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Ritalin Addiction Help-Line
Untitled Document

How Ritalin acts on our children's brains

"Recent research by Nora Volkow, MD at The Brookhaven National Laboratory in Upton, New York has helped us to understand how RITALIN acts on our children's brains. We know through established research that cocaine works by blocking about 50% of the brains dopamine transporters. This allows dopamine to build up in the brain and cause euphoria/pleasure. Volkow predicted that because of RITALIN'S similarity to cocaine, that it would have similar effects on the dopamine, but would block fewer dopamine transporters. Volkow and her colleagues were shocked, to say the least, when they found that the typical dose of 0.5 mg/kg given to children blocked 70% of dopamine transporters.

So why isn't Ritalin as addictive as cocaine in these doses? Because the two drugs differ in the actual time it takes for it to work. Cocaine has immediate effects on dopamine, whereas it takes about an hour for RITALIN to work its magic. Volkow states, 'It is the speed at which you increase dopamine that appears to be a key element of the addiction process'.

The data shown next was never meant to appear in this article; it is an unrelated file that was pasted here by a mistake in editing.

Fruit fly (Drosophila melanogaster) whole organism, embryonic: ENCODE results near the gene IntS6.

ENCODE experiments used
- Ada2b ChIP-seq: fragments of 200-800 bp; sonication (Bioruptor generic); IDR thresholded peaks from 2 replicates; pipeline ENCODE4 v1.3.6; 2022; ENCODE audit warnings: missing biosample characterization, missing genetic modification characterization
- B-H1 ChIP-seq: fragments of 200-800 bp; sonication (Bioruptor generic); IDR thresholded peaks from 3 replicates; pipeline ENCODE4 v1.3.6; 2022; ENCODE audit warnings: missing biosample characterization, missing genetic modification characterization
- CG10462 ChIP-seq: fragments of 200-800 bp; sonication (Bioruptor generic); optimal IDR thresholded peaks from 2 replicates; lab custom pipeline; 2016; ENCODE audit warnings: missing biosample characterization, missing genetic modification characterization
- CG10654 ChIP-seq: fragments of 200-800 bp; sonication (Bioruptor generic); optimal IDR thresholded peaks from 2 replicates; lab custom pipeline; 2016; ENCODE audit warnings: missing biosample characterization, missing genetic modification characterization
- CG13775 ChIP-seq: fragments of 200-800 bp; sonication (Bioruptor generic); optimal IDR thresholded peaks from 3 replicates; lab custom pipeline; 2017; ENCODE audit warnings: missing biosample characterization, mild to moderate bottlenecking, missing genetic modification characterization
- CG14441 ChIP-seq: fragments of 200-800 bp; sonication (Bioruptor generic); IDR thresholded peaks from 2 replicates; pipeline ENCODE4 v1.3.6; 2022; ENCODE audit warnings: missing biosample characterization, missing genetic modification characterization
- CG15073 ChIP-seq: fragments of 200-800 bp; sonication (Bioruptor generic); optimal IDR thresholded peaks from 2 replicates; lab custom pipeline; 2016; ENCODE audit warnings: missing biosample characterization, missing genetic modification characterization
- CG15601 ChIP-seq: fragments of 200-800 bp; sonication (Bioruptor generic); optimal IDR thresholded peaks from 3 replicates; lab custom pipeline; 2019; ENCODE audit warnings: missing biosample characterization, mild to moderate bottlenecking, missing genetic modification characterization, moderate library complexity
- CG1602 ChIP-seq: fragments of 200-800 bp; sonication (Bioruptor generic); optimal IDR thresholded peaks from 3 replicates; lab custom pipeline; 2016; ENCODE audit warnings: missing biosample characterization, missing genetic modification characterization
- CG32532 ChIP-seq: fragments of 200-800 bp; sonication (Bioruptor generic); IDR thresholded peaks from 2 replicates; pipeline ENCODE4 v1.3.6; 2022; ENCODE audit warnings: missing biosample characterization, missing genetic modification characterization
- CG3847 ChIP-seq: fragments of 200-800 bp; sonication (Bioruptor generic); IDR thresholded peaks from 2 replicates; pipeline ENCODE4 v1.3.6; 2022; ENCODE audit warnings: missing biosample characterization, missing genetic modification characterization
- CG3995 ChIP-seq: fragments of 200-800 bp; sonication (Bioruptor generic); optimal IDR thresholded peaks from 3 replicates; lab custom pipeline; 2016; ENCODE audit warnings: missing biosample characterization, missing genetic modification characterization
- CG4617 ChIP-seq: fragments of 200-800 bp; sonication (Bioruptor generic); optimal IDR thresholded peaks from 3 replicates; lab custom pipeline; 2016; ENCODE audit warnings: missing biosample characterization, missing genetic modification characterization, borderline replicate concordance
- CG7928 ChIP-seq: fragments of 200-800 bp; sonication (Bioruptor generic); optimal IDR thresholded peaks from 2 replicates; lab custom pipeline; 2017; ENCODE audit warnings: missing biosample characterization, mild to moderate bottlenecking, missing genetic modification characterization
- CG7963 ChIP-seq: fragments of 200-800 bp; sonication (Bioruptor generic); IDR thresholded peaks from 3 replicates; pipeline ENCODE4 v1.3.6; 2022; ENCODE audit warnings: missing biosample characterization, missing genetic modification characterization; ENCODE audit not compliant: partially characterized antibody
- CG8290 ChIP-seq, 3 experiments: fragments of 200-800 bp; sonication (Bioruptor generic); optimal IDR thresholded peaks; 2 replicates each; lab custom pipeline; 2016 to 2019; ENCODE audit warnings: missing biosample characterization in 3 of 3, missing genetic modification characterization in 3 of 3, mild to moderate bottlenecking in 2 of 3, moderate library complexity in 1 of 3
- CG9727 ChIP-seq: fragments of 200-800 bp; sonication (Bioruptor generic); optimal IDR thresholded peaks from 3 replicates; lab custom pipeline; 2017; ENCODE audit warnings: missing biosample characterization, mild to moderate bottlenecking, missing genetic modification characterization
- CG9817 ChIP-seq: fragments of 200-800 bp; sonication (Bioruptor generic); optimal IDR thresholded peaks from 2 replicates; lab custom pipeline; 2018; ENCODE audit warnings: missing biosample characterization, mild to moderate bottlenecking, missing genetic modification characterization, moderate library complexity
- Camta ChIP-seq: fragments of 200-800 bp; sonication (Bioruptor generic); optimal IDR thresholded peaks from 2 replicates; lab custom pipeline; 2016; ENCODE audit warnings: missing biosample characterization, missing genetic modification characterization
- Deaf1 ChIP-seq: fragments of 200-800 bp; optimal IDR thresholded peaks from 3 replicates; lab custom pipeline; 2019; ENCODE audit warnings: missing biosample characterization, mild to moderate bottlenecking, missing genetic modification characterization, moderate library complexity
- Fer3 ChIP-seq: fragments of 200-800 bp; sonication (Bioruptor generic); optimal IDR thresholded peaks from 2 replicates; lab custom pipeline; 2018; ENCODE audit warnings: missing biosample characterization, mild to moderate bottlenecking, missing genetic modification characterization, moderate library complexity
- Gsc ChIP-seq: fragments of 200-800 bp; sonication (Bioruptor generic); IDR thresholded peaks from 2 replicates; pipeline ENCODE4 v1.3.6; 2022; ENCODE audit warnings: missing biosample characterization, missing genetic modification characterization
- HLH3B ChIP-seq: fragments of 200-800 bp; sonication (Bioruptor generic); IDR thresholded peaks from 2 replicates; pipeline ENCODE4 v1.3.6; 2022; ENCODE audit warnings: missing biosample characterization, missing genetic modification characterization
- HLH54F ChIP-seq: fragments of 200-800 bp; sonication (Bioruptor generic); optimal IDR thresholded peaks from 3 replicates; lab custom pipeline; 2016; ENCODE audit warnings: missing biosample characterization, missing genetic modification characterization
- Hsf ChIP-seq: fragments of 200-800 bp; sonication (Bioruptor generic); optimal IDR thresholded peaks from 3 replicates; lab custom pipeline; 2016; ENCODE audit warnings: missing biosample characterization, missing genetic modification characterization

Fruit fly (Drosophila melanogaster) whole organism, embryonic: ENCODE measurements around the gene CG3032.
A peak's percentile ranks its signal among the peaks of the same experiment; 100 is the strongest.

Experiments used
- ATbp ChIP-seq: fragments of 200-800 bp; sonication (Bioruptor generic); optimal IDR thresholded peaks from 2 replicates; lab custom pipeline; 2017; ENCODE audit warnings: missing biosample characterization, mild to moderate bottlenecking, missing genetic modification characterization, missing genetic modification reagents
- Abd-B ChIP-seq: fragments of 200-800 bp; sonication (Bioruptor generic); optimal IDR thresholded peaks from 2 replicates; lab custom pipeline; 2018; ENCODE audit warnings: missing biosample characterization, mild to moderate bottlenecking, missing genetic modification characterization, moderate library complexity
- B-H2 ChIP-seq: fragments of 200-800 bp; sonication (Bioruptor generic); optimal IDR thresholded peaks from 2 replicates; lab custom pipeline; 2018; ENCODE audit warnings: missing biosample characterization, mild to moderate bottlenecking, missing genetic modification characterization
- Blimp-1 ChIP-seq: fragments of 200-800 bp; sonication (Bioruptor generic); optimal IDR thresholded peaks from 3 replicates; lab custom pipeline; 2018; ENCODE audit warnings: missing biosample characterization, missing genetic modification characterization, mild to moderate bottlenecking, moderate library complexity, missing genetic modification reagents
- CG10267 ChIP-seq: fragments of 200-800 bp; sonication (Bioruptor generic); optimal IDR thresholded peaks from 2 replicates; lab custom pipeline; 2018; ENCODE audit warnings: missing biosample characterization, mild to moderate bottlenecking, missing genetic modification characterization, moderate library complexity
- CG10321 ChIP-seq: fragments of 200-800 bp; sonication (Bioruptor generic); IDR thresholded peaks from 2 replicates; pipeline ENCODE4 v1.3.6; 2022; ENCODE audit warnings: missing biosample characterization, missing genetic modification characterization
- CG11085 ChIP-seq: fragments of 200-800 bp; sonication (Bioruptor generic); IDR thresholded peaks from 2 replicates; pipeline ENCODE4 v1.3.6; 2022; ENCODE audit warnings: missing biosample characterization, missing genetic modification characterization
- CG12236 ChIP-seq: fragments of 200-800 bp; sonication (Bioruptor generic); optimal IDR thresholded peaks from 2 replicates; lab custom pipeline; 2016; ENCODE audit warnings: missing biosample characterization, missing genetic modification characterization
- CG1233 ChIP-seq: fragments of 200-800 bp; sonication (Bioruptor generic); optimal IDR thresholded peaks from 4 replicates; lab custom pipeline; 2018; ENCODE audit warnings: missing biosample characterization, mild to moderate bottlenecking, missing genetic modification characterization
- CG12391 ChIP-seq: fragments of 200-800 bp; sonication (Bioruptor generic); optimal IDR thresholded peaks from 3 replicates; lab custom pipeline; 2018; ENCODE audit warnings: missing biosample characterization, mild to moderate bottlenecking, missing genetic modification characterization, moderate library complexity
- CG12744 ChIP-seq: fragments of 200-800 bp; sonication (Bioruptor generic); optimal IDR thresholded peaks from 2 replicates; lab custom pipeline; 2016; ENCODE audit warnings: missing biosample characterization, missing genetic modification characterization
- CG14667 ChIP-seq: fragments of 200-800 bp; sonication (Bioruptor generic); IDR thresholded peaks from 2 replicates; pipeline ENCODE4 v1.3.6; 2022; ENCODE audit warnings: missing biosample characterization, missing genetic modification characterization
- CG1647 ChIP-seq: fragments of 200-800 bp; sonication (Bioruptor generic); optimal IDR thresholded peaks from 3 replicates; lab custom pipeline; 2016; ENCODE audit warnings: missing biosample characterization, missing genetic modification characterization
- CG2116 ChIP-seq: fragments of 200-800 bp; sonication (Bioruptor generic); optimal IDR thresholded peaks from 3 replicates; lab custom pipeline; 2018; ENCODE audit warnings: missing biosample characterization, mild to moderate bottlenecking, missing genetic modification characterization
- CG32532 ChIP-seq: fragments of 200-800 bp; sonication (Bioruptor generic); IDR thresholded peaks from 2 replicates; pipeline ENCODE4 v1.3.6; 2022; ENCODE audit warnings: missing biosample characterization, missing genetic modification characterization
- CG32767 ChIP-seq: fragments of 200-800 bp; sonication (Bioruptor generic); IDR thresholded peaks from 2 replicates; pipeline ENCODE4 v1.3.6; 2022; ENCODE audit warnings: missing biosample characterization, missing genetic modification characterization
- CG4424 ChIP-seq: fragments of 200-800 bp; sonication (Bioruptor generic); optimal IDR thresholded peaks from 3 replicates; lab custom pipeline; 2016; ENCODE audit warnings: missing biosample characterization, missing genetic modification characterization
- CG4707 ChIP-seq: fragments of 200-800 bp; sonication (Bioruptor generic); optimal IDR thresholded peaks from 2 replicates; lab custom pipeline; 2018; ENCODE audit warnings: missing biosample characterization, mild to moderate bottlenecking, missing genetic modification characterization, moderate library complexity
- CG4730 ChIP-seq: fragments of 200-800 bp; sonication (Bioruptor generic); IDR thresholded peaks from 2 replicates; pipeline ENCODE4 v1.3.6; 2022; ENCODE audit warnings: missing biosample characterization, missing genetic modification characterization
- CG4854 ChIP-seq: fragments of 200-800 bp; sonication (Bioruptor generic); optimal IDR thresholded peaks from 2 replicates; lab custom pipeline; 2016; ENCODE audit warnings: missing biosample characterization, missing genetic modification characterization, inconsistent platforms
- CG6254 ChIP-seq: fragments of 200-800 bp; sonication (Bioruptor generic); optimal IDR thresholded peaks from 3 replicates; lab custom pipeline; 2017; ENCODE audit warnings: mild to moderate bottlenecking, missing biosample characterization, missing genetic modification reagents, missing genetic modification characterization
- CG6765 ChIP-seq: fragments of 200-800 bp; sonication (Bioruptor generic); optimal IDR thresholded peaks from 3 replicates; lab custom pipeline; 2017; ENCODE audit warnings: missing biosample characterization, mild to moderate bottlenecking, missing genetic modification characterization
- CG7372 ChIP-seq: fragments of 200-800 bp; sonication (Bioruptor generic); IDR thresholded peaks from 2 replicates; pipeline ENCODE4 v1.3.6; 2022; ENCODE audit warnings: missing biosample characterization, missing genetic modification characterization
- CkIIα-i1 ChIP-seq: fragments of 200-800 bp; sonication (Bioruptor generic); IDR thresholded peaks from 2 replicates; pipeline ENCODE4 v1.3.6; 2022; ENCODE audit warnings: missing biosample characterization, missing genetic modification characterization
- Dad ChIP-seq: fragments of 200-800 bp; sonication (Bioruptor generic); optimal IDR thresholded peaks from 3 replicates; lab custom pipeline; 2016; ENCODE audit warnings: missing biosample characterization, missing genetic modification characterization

Research by Brandon, et al in 2001 showed that RITALIN actually increased a reaction to cocaine in adulthood which means that exposure to Ritalin earlier in life, made exposure to cocaine later in life more addictive. Also, Rush and Baker published a study in the same year showing that the physiological effects of oral cocaine and Ritalin were strikingly similar."

Source: THE HEALTH CRUSADOR NEWS

Information provided courtesy of www.ritalindeath.com

  • Drug Facts
  • Many non-medical users crush the tablets and either snort the resulting powder, or dissolve it in water and "cook" it for intravenous injection.
  • Some street names for Ritalin are : Kibbles and bits, speed, west coast, vitamin R, r-ball, smart drug
  • Ritalin is a Schedule II Controlled Substance. Other Schedule II drugs are Oxycontin and Percocet.
  • According to a new DEA report, in some U.S. schools a staggering 30 percent of students are medicated.